Jerry Brown once called reforming CEQA, California’s 43-year-old landmark environmental impact law, “doing the Lord’s work.” Well, if that’s the case, looks like we’re in the day-of-rest period…
Gov. Jerry Brown said Tuesday it’s unlikely that changes he’s seeking to the state’s environmental protection law can be accomplished this year, although a top Senate Democrat said he’s still pursuing reforms.
Brown told California reporters traveling with him in China that interest in changing the California Environmental Quality Act is stronger among groups outside the state Capitol than among Democratic lawmakers, who control the Legislature.
“This is not something you get done in a year, but I believe before I depart this stage we will see reform in CEQA,” he told reporters.
Brown said the law has support from key Democratic Party constituencies and making changes would be difficult for the Legislature, The Sacramento Bee reported. During their convention last weekend, California Democrats adopted a resolution affirming their support for the law.
The governor called for streamlining the law in his State of the State address.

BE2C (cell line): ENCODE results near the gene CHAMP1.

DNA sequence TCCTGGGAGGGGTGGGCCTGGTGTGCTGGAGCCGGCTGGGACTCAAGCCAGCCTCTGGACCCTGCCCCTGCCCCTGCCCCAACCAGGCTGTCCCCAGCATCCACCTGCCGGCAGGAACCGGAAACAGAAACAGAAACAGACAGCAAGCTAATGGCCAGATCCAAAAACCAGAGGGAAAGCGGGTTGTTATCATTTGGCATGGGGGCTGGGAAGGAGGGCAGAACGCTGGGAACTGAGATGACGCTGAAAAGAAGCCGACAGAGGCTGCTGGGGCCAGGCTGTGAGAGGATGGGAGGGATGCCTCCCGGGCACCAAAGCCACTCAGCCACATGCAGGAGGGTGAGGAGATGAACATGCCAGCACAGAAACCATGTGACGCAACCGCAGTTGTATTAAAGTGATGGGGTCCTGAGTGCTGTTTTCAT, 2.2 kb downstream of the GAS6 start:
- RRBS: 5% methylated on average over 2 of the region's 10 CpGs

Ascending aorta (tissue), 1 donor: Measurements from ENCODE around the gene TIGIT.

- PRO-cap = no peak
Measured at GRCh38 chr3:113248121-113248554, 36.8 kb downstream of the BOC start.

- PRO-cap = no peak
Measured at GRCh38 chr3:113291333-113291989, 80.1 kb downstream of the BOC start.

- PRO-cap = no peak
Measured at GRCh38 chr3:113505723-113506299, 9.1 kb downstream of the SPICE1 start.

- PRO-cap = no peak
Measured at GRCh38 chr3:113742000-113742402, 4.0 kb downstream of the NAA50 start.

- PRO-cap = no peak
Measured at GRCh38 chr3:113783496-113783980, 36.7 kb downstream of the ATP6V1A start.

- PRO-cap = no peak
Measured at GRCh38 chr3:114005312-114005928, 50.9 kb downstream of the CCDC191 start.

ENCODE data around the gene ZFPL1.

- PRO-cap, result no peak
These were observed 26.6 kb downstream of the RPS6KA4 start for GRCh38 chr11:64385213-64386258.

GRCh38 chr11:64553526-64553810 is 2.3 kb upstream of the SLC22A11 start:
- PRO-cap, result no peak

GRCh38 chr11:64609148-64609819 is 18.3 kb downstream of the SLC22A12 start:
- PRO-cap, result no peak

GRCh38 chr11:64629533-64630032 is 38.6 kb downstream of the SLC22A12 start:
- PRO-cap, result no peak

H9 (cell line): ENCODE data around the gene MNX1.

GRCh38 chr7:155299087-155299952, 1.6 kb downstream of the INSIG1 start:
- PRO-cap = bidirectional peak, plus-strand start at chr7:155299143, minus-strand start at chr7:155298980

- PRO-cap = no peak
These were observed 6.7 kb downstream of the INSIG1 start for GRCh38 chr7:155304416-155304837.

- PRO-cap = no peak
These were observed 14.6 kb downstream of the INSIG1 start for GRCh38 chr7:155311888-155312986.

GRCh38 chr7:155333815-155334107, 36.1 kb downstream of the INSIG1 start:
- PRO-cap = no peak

Critics say the 4-decade-old law is being used by unions, activist groups and rival developers to delay or stop projects they don’t like, often at great legal expense to developers.
Opponents of revising the environmental act acknowledge criticism that the law has been misused. But they argued that the law’s benefits outweigh the number of times it has been used for frivolous lawsuits.
At an unrelated news conference in Sacramento, Senate President Pro Tem Darrell Steinberg said he is continuing to push forward on changing the environmental law.
“I’m not sure why the governor would say that,” said Steinberg, D-Sacramento.
Steinberg said he has introduced a bill, SB 731, “and it is going to be a full and comprehensive effort to update the California Environmental Quality Act. And it is going to find that elusive middle ground between those who think the statute is perfect and doesn’t need to be fixed, and those who think it needs to be dramatically revamped.”
Efforts in the state Senate to reform the law had been led by Sen. Michael Rubio, D-Bakersfield. Rubio, who was appointed chairman of the Senate Environmental Quality Committee, resigned in February to take a job with Chevron.